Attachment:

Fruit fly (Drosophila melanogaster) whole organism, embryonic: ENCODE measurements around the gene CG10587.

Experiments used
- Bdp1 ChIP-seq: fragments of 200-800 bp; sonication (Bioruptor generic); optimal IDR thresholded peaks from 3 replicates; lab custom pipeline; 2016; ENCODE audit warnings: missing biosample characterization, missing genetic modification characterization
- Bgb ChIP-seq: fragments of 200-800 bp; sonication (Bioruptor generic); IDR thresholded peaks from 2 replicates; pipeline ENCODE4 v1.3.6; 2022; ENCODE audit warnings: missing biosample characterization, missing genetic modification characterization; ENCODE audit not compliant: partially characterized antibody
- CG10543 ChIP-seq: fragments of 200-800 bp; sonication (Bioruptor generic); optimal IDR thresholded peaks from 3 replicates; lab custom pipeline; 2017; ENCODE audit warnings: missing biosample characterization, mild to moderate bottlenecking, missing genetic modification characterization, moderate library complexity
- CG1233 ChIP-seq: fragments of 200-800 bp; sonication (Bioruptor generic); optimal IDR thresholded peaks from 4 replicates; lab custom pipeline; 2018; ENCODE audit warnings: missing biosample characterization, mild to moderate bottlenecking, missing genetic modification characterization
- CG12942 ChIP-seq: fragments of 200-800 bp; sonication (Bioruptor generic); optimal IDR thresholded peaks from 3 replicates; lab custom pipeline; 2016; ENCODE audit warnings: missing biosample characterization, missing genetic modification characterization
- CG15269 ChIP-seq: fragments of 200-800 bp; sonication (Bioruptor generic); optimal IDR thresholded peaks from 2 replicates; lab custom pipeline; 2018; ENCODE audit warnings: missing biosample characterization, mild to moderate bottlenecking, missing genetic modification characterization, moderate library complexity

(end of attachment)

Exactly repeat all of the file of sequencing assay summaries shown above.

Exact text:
Fruit fly (Drosophila melanogaster) whole organism, embryonic: ENCODE measurements around the gene CG10587.

Experiments used
- Bdp1 ChIP-seq: fragments of 200-800 bp; sonication (Bioruptor generic); optimal IDR thresholded peaks from 3 replicates; lab custom pipeline; 2016; ENCODE audit warnings: missing biosample characterization, missing genetic modification characterization
- Bgb ChIP-seq: fragments of 200-800 bp; sonication (Bioruptor generic); IDR thresholded peaks from 2 replicates; pipeline ENCODE4 v1.3.6; 2022; ENCODE audit warnings: missing biosample characterization, missing genetic modification characterization; ENCODE audit not compliant: partially characterized antibody
- CG10543 ChIP-seq: fragments of 200-800 bp; sonication (Bioruptor generic); optimal IDR thresholded peaks from 3 replicates; lab custom pipeline; 2017; ENCODE audit warnings: missing biosample characterization, mild to moderate bottlenecking, missing genetic modification characterization, moderate library complexity
- CG1233 ChIP-seq: fragments of 200-800 bp; sonication (Bioruptor generic); optimal IDR thresholded peaks from 4 replicates; lab custom pipeline; 2018; ENCODE audit warnings: missing biosample characterization, mild to moderate bottlenecking, missing genetic modification characterization
- CG12942 ChIP-seq: fragments of 200-800 bp; sonication (Bioruptor generic); optimal IDR thresholded peaks from 3 replicates; lab custom pipeline; 2016; ENCODE audit warnings: missing biosample characterization, missing genetic modification characterization
- CG15269 ChIP-seq: fragments of 200-800 bp; sonication (Bioruptor generic); optimal IDR thresholded peaks from 2 replicates; lab custom pipeline; 2018; ENCODE audit warnings: missing biosample characterization, mild to moderate bottlenecking, missing genetic modification characterization, moderate library complexity